New Hampshire Fish & Game’s annual moose hunt is set to begin this weekend here in the Granite State. The nine-day event starts Saturday, Oct. 20 and ends Oct. 28.
Permits are required to hunt moose in N.H., and if you don’t have one for this year, unfortunately it’s too late to get one. Permits are distributed through a lottery, and this year 275 received one. Another five were auctioned off to the highest bidder, with the proceeds going to the Wildlife Heritage Foundation of New Hampshire.
Each year, hunters are assigned to one of 22 wildlife management units around the state. If hunters are successful in taking a moose (last year, 71 percent were), they must take the animal to a special station where it’s registered and inspected to collect information on the overall health of the herd.
It might be hard to believe now, but a little more than a century ago, moose were scarce in New Hampshire. After years of work, the herd had grown to at least 1,600 moose by 1988, the year that the first modern moose hunt was held. Today, there are around 5,000 moose in the state. The annual moose hunt is an important part of managing the state’s moose herd and its effect on the habitat, according to Kris Rines, the moose project leader for Fish & Game.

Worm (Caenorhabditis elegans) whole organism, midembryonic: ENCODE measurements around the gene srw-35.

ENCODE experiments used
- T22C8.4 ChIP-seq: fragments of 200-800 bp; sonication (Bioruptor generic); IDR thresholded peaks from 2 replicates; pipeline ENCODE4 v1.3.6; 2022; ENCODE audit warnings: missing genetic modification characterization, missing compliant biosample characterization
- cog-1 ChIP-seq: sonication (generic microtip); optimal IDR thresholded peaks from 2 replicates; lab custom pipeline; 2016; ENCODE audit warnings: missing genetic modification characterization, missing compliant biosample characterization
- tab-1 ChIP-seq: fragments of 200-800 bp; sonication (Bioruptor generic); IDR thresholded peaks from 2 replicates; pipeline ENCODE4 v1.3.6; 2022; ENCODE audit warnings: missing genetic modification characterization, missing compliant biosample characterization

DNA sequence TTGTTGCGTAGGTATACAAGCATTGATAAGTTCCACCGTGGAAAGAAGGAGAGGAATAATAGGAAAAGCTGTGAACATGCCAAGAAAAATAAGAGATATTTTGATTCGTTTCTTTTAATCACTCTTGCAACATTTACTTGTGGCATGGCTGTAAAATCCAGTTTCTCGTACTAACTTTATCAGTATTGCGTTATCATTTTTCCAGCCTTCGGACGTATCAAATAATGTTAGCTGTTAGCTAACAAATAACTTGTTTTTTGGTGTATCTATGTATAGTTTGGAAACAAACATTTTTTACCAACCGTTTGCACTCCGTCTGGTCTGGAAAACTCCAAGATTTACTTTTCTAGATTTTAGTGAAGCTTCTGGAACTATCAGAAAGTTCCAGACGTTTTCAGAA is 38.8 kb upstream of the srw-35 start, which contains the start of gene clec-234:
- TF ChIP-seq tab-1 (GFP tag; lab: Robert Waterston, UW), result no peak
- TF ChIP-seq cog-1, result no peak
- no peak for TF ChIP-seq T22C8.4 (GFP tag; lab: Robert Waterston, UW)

“Moose do eat a lot of food and if their numbers get to be significant, they can dramatically influence their habitat,” said Rines, a longtime SEA/SEIU 1984 member. That influence includes affecting the growth of other species, and even the growth of the forest itself.
But beyond controlling the population, Rines pointed out another good reason for the annual hunt: It’s a chance for residents to harvest something that is organic and to do it in a way that doesn’t adversely affect the habitat. She also noted that moose meat has the lowest cholesterol level of any red meat available in the U.S.
Here are some quick facts about the moose hunt, provided by Fish & Game:
- The heaviest moose taken in 2011 was a 930-pound bull shot in Pittsburg by Richard Matthews, of Nashua, on the second day of the season.
- Average dressed weight of all yearling bulls taken in 2011 was 435 pounds. The average dressed weight of all bulls aged 5.5 and older in 2011 was 726 pounds.
- The largest bull moose ever taken in N.H. weighed in at 1,040 pounds, dressed weight, taken in 1993. Live weight of this moose would have been approximately 1,400 pounds. The largest cow ever taken dressed at 815 pounds. These two animals came from Zone A2 and both were taken in 1993.
- Greatest antler spread measurement for moose taken in New Hampshire is 68.5 inches, taken in A-2 in 2010 by Jack Middleton.
- Moose have been taken with the use of conventional firearms and archery, handguns, muzzleloaders (including flintlocks) and the longbow. In 2011, 97% of hunters took their moose using conventional firearms (rifle or shotgun).
- 58% of the harvest occurred in the first 3 days of the 2011 season.